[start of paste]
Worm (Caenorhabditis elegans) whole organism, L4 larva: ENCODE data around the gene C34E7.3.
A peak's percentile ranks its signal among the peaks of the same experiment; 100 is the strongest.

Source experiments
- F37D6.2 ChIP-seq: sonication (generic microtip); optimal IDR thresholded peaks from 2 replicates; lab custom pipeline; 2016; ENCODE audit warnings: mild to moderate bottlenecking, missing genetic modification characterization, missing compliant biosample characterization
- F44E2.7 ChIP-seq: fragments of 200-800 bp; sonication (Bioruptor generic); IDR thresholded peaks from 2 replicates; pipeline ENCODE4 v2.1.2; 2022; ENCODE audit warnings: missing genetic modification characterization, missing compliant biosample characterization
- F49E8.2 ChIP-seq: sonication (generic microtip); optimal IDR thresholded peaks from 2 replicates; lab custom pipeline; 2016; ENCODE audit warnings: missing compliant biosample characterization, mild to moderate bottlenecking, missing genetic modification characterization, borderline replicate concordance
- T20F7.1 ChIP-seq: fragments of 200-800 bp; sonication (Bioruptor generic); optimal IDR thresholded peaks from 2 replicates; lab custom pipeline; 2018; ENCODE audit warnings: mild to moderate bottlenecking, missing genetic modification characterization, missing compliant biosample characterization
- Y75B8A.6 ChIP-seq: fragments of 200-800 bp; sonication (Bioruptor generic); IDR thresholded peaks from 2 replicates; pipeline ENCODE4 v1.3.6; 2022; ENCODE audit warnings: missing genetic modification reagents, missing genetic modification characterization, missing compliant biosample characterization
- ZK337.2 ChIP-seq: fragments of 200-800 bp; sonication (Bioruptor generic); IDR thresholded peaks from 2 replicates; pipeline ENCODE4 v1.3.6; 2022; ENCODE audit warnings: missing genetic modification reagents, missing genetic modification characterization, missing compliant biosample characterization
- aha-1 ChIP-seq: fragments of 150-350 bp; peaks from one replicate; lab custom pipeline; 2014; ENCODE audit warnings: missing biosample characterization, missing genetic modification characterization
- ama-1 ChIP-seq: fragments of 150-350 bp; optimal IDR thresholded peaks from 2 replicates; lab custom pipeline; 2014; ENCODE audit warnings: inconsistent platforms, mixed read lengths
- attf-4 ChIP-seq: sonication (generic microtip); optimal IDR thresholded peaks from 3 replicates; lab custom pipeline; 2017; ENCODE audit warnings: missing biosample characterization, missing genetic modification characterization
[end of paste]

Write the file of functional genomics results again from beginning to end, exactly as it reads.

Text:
Worm (Caenorhabditis elegans) whole organism, L4 larva: ENCODE data around the gene C34E7.3.
A peak's percentile ranks its signal among the peaks of the same experiment; 100 is the strongest.

Source experiments
- F37D6.2 ChIP-seq: sonication (generic microtip); optimal IDR thresholded peaks from 2 replicates; lab custom pipeline; 2016; ENCODE audit warnings: mild to moderate bottlenecking, missing genetic modification characterization, missing compliant biosample characterization
- F44E2.7 ChIP-seq: fragments of 200-800 bp; sonication (Bioruptor generic); IDR thresholded peaks from 2 replicates; pipeline ENCODE4 v2.1.2; 2022; ENCODE audit warnings: missing genetic modification characterization, missing compliant biosample characterization
- F49E8.2 ChIP-seq: sonication (generic microtip); optimal IDR thresholded peaks from 2 replicates; lab custom pipeline; 2016; ENCODE audit warnings: missing compliant biosample characterization, mild to moderate bottlenecking, missing genetic modification characterization, borderline replicate concordance
- T20F7.1 ChIP-seq: fragments of 200-800 bp; sonication (Bioruptor generic); optimal IDR thresholded peaks from 2 replicates; lab custom pipeline; 2018; ENCODE audit warnings: mild to moderate bottlenecking, missing genetic modification characterization, missing compliant biosample characterization
- Y75B8A.6 ChIP-seq: fragments of 200-800 bp; sonication (Bioruptor generic); IDR thresholded peaks from 2 replicates; pipeline ENCODE4 v1.3.6; 2022; ENCODE audit warnings: missing genetic modification reagents, missing genetic modification characterization, missing compliant biosample characterization
- ZK337.2 ChIP-seq: fragments of 200-800 bp; sonication (Bioruptor generic); IDR thresholded peaks from 2 replicates; pipeline ENCODE4 v1.3.6; 2022; ENCODE audit warnings: missing genetic modification reagents, missing genetic modification characterization, missing compliant biosample characterization
- aha-1 ChIP-seq: fragments of 150-350 bp; peaks from one replicate; lab custom pipeline; 2014; ENCODE audit warnings: missing biosample characterization, missing genetic modification characterization
- ama-1 ChIP-seq: fragments of 150-350 bp; optimal IDR thresholded peaks from 2 replicates; lab custom pipeline; 2014; ENCODE audit warnings: inconsistent platforms, mixed read lengths
- attf-4 ChIP-seq: sonication (generic microtip); optimal IDR thresholded peaks from 3 replicates; lab custom pipeline; 2017; ENCODE audit warnings: missing biosample characterization, missing genetic modification characterization